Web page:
I left the coffee shop shortly after Binks did. Unsure of what I wanted to do next, I decided to go home, if for no other reason than to get some sensible shoes.
When I got home, I had a bit of a shock. I discovered that the house was completely gone, and the entire lot was occupied by a nicely landscaped pond. Although man-made, the pond was not freshly installed, if the plant life and the age of the wood chips that were spread over the beds were any indication. This pond had been here for quite some time. Exactly how that could be, I didn’t know. I double-checked that I had the address right, and I did. My house had been replaced by a pond.
My initial concerns were for the beloved quartet of Matilda, Heather, Sara, and Gertrude. I had no way to know where they were or if they were safe. My secondary concern was for my shoes. I would be stuck with duck feet for at least a little while longer.
In the front corner of the lot, there was a park bench that faced the pond. I sat down, intending to calm myself so that I could begin to apply my intelligence to the problems before me. The fish in the sky were reflected in the pond’s still waters and seemed almost to mock me. I became convinced that my house’s disappearance had something to do with those wretched fish.
I had been sitting there, thoughts churning, for about two minutes when Barbara crawled from beneath the bench and hopped up beside me.
“Hi, Barbara,” I said. She deigned to let me scratch her behind the ears. “Got any advice for me? I’m in bad shape here.”
“I’m afraid I don’t have much help for you,” said Barbara with a sigh. “It is quite possible that your home can never be restored. Unfortunately, the only thing I can tell you for certain is that your female companion is safe.”
On hearing the news that the beloved quartet was safe, the vise that had been squeezing my entrails for the past few minutes evaporated. The sudden change in pressure made me laugh. Barbara regarded me quizzically. “They’re okay,” I said. “That’s the most important news you could have possibly told me.”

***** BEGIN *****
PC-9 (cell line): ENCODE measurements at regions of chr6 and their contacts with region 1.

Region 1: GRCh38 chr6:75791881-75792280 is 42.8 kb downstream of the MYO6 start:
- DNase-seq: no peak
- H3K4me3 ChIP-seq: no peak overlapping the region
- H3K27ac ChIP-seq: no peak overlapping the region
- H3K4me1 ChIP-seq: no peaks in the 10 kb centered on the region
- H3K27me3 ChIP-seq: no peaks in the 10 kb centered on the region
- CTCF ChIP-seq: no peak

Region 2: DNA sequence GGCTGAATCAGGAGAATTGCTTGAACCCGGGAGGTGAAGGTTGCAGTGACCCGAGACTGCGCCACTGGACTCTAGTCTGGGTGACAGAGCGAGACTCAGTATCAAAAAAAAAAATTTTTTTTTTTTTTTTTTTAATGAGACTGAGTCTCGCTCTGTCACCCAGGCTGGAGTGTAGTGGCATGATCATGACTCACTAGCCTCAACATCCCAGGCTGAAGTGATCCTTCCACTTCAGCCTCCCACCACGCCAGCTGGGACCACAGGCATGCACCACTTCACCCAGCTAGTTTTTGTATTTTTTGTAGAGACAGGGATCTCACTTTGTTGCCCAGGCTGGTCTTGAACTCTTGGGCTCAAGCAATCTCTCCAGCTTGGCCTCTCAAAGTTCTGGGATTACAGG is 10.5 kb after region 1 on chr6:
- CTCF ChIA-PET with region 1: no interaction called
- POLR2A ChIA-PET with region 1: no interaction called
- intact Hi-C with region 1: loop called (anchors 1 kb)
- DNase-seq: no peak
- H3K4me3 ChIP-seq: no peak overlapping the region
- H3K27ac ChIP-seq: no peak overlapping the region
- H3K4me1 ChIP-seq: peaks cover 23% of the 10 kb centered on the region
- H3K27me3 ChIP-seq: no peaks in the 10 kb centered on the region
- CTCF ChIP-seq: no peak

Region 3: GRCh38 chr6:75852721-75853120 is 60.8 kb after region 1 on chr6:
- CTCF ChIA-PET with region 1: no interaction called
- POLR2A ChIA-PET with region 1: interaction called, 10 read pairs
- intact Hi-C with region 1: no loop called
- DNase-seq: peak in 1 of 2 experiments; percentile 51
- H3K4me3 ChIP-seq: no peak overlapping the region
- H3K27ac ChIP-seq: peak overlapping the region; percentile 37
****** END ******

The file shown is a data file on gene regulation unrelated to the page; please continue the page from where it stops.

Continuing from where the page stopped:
Barbara shrugged. “If you say so.”
“So where are they?” I asked.
“That, I don’t know. I only know that she is currently safe and in no imminent danger. Her whereabouts are hidden from me.”
“Oh. Well, that makes the news not quite as good.”
We sat looking at the pond for a while. After a time, Barbara said, “What are you going to do?”
I sighed. “Well, my first instinct is to see after Matilda, Heather, Sara, and Gertrude. However, I have a feeling that the more selfless and noble course of action would be to move forward with the fish business.”
“Which will you choose?”
“I have a strong hunch that the two choices are interconnected. So if I focus my efforts on retrieving my loved ones, I will also be making progress on the fish front. Hopefully.”
“So you will follow your own selfish ends and leave the world to its fate?”
I looked at Barbara. “I don’t see it that way,” I said. “Fix a small piece of the world, and the whole is improved, however slightly.”
Barbara gave a nod of approval. Then she said, “You still have a mailbox.”
I glanced to the other front corner of the lot. Sure enough, the old mailbox was still there, the only element of my house that remained. “Well, I guess I’d better get the mail,” I said, standing.
“I’ll leave you to it,” said Barbara. She hopped down from the bench. “We’ll meet again soon.” She trotted daintily into the bushes and disappeared from view.